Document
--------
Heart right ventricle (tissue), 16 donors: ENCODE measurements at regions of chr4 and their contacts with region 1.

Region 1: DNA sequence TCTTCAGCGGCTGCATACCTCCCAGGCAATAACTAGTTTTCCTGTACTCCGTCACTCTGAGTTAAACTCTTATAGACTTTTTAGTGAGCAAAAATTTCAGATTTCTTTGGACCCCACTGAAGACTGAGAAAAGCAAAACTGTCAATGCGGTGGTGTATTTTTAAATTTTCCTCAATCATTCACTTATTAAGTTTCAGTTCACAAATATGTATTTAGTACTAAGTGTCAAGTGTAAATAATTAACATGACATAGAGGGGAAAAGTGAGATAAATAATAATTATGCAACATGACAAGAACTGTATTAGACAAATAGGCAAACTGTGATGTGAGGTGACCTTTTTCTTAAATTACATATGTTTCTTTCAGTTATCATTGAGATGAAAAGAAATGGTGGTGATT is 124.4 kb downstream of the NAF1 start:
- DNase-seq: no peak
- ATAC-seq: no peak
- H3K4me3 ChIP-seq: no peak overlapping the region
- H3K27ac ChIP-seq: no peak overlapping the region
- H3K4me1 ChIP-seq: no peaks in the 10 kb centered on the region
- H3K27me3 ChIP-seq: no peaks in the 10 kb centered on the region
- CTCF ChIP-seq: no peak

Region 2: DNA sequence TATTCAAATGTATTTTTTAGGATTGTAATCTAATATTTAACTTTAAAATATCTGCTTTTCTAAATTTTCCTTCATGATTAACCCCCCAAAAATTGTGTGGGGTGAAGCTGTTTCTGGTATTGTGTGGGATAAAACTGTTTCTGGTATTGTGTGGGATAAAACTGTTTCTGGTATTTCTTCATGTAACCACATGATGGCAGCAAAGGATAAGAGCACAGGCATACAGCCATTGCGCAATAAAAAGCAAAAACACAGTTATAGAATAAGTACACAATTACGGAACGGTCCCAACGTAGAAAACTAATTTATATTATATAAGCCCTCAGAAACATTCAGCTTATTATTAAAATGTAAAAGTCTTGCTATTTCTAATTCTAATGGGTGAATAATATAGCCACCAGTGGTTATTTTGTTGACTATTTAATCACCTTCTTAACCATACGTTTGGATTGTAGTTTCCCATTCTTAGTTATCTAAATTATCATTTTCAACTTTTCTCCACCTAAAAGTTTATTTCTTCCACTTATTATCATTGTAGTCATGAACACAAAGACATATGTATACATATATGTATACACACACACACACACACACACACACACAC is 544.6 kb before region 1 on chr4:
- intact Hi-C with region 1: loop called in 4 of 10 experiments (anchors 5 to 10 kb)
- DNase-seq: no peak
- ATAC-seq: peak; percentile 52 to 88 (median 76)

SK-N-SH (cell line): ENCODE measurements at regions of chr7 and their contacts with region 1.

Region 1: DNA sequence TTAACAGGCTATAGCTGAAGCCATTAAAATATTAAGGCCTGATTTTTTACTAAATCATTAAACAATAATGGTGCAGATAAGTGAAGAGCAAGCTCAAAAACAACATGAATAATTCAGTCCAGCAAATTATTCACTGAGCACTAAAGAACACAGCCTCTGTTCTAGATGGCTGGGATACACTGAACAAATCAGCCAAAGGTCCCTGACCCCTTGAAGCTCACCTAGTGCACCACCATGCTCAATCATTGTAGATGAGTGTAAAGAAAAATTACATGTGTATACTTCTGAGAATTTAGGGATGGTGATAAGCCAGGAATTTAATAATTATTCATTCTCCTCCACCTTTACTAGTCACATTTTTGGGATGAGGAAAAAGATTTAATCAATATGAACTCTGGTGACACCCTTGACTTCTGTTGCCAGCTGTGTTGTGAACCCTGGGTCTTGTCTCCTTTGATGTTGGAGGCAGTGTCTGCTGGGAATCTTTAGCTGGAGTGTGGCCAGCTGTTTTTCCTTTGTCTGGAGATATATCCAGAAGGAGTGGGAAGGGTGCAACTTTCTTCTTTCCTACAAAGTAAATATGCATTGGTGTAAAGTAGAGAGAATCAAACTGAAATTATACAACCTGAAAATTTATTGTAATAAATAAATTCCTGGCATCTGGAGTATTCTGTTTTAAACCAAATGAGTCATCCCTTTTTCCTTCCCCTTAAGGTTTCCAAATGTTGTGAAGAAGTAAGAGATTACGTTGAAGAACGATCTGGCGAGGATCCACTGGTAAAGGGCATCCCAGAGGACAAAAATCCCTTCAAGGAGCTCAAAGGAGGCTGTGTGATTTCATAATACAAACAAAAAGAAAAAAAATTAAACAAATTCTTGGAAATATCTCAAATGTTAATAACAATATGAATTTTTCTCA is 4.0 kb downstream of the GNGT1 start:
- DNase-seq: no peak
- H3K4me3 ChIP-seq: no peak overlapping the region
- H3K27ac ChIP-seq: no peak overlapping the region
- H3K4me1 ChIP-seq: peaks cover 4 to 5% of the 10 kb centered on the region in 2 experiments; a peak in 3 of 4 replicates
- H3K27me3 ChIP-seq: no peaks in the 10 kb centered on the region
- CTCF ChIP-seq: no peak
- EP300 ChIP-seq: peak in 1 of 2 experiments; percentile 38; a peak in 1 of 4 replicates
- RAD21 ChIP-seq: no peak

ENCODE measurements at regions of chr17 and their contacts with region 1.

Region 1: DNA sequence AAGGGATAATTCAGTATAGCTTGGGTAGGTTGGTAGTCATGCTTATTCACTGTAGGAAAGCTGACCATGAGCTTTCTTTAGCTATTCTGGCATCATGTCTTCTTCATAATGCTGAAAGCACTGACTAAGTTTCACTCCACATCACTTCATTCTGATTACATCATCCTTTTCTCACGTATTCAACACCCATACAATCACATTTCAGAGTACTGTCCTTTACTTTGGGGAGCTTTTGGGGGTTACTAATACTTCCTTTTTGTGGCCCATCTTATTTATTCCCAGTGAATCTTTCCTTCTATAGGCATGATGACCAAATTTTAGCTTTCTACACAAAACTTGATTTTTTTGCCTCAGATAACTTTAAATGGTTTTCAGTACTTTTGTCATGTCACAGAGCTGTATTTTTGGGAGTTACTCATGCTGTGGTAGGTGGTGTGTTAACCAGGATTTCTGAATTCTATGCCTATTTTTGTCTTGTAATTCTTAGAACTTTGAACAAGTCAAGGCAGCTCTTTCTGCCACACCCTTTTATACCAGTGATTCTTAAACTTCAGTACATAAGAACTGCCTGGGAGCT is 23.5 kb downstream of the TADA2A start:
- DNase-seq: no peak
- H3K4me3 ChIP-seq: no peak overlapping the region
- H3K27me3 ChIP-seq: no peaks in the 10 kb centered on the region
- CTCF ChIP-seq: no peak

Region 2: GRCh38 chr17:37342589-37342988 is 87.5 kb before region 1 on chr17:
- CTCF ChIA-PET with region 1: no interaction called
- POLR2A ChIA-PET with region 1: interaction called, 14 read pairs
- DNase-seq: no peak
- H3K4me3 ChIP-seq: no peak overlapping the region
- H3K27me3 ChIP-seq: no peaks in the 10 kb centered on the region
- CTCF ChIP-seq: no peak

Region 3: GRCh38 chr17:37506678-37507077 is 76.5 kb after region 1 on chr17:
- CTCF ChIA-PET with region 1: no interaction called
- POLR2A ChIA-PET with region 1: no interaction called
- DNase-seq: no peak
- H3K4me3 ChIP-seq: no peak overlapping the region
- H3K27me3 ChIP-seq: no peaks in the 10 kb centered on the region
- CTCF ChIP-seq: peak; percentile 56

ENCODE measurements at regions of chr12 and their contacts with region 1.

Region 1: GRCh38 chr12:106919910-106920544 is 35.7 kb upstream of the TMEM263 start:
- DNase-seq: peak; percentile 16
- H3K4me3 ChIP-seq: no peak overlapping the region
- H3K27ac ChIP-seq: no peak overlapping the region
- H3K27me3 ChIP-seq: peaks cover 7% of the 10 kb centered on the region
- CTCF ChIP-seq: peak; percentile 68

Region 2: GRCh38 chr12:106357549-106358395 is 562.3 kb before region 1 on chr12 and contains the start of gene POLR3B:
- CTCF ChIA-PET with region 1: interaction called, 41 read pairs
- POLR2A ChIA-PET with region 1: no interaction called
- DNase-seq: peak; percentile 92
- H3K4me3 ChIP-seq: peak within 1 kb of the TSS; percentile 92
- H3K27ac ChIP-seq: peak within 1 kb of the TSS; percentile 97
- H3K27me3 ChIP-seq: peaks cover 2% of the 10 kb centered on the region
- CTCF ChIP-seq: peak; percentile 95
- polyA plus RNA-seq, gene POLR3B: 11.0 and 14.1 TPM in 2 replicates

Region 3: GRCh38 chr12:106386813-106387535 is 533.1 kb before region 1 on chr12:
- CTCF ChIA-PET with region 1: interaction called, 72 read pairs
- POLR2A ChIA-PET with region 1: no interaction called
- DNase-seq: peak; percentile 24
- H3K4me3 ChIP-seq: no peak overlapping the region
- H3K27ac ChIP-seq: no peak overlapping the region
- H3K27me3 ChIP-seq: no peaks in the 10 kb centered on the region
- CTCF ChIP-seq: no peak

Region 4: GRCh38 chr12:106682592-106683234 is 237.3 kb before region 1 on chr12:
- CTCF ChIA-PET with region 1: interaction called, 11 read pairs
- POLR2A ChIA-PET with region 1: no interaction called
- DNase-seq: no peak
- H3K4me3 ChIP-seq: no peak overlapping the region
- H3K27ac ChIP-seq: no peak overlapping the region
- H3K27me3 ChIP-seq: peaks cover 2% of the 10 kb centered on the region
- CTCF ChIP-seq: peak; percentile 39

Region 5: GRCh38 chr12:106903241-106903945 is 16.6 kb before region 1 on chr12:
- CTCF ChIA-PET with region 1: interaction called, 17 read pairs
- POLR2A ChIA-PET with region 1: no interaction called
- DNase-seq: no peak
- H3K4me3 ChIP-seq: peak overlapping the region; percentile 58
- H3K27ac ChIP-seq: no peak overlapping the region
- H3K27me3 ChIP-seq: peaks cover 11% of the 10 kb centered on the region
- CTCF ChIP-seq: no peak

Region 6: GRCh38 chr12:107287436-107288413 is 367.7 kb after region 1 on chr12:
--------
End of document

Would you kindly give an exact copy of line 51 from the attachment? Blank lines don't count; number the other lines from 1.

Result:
Region 2: GRCh38 chr12:106357549-106358395 is 562.3 kb before region 1 on chr12 and contains the start of gene POLR3B: